Rob M. van Dam, PhD; Walter C. Willett, MD; JoAnn E. Manson, MD; Frank B. Hu, MD
Acknowledgment: The authors thank the participants of the Nurses' Health Study II for their continued cooperation.
Grant Support: By the National Institutes of Health (grant CA50385).
Potential Financial Conflicts of Interest: None disclosed.
Corresponding Author: Rob M. van Dam, Department of Nutrition, Harvard School of Public Health, 665 Huntington Avenue, Building II, Boston, MA 02115; e-mail, firstname.lastname@example.org.
Current Author Addresses: Drs. van Dam, Willett, and Hu: Department of Nutrition, Harvard School of Public Health, 665 Huntington Avenue, Building II, Boston, MA 02115.
Dr. Manson: Division of Preventive Medicine, Brigham and Women's Hospital, 900 Commonwealth Avenue East, Third Floor, Boston, MA 02215.
Author Contributions: Conception and design: R.M. van Dam, W.C. Willett, J.E. Manson, F.B. Hu.
Analysis and interpretation of the data: R.M. van Dam, J.E. Manson, F.B. Hu.
Drafting of the article: R.M. van Dam.
Critical revision of the article for important intellectual content: R.M. van Dam, W.C. Willett, J.E. Manson, F.B. Hu.
Final approval of the article: R.M. van Dam, W.C. Willett, J.E. Manson, F.B. Hu.
Statistical expertise: R.M. van Dam, J.E. Manson, F.B. Hu.
Obtaining of funding: W.C. Willett, F.B. Hu.
Administrative, technical, or logistic support: J.E. Manson, F.B. Hu.
Collection and assembly of data: W.C. Willett.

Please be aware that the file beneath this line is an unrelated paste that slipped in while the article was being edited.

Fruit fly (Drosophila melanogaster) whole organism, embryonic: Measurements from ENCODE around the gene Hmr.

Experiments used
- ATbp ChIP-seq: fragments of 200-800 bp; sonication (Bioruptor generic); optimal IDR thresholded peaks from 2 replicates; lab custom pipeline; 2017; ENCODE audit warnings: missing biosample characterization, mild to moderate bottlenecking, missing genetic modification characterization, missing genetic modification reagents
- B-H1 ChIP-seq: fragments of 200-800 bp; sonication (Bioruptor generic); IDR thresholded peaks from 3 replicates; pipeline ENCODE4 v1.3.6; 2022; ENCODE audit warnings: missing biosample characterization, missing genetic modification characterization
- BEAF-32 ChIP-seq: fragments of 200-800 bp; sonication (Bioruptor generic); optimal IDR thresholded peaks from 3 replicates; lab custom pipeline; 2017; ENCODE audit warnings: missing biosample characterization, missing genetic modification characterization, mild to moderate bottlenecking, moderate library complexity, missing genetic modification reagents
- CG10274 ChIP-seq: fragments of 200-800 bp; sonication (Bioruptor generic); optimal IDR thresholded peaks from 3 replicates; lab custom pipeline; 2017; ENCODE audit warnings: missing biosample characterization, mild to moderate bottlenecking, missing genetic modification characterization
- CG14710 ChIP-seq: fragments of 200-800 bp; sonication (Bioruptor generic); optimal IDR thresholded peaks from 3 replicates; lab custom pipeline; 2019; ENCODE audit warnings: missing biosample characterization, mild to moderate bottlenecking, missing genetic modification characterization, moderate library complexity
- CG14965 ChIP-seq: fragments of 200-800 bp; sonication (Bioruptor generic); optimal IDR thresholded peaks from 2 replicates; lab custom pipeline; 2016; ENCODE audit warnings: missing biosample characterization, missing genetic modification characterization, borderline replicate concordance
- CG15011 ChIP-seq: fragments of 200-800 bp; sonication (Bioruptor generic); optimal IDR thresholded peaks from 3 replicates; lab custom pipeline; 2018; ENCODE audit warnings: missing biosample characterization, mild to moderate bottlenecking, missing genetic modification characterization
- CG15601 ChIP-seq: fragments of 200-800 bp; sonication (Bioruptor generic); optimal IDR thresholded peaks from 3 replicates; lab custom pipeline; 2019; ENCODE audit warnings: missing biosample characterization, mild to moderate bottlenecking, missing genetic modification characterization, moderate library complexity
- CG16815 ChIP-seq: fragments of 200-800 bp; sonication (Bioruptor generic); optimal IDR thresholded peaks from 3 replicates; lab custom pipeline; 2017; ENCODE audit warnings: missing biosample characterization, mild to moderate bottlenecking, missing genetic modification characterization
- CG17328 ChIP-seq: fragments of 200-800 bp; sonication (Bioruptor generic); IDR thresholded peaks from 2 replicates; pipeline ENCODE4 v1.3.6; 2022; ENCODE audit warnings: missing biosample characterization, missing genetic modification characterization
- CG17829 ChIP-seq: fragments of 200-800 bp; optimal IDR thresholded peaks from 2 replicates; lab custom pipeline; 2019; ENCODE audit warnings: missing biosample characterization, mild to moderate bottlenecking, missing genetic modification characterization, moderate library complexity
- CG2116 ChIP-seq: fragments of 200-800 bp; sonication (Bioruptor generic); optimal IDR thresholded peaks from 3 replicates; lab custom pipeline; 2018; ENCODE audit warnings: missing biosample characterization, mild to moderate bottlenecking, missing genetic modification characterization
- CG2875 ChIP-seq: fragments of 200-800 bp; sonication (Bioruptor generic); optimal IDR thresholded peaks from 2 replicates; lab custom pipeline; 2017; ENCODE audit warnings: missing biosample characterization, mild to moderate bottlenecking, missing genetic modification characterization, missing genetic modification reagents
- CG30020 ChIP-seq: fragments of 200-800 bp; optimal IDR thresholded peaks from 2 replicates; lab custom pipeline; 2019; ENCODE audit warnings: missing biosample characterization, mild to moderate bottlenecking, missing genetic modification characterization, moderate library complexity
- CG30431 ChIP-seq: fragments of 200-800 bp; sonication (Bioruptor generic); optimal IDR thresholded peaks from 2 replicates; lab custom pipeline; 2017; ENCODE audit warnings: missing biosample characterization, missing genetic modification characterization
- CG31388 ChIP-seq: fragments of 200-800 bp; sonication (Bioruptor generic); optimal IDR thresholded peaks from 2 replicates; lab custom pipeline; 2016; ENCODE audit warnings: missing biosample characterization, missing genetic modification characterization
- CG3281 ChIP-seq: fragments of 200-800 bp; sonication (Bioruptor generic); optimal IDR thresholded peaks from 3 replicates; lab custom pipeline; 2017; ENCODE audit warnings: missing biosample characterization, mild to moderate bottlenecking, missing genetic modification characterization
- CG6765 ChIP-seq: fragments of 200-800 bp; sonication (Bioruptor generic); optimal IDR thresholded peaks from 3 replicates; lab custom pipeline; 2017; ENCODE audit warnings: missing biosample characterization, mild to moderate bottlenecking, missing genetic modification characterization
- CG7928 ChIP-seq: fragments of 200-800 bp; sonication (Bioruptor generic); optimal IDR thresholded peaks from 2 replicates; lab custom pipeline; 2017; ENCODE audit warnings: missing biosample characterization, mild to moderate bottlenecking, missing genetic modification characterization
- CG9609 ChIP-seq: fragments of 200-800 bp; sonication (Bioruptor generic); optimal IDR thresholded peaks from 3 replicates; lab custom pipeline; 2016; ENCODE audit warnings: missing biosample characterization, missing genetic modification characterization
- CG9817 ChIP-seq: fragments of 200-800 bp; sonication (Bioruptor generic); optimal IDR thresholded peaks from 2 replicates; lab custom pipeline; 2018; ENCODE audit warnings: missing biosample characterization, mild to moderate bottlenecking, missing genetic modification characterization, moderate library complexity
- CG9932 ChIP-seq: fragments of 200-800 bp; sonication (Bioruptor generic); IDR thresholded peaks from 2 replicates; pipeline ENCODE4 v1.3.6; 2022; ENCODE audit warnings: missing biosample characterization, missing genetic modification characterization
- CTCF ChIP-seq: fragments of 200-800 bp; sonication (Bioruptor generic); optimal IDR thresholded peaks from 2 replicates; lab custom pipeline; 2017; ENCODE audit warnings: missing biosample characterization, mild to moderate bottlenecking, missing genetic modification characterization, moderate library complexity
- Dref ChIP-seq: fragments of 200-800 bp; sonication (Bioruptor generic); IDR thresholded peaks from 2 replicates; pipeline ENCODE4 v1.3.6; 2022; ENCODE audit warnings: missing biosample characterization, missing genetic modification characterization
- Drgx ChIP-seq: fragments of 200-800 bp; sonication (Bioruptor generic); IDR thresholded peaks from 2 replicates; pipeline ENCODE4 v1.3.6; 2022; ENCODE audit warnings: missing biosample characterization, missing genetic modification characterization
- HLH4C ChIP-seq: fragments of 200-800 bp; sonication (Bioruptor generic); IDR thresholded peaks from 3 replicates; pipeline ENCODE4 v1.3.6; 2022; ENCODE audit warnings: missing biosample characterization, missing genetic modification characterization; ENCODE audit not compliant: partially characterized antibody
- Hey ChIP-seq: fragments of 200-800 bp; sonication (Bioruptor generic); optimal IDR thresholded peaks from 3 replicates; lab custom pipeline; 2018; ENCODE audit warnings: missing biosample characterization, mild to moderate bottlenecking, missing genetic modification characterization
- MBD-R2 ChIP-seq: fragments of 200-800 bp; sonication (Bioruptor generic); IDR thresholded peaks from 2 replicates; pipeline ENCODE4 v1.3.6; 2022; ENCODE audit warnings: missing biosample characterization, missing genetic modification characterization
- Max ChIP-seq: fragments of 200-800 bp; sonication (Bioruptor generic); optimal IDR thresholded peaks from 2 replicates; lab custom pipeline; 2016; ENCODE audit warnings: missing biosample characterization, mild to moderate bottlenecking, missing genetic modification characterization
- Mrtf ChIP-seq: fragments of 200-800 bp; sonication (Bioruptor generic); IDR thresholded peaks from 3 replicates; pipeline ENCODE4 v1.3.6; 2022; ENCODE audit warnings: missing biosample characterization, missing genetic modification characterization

van Dam RM, Willett WC, Manson JE, Hu FB. The Relationship between Overweight in Adolescence and Premature Death in Women. Ann Intern Med. 2006;145:91-97. doi: 10.7326/0003-4819-145-2-200607180-00006
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Published: Ann Intern Med. 2006;145(2):91-97.
The prevalence of overweight and obesity is increasing in the United States and worldwide in children and adults (1-3). Being overweight during childhood and adolescence can have detrimental consequences on psychological and social factors, cardiovascular risk factors, and risk for chronic diseases and is associated with a higher prevalence of obesity in adulthood (4). Several studies have examined whether adiposity in childhood and adolescence is also related to premature death in adulthood (5-15). However, these studies largely concerned older birth cohorts that included few participants who were overweight during youth and few who never smoked (6, 8-10, 12-14). In addition, data from more recent studies are needed to address the proposition that the impact of obesity on death may have decreased recently because of advances in public health and medical care (16).
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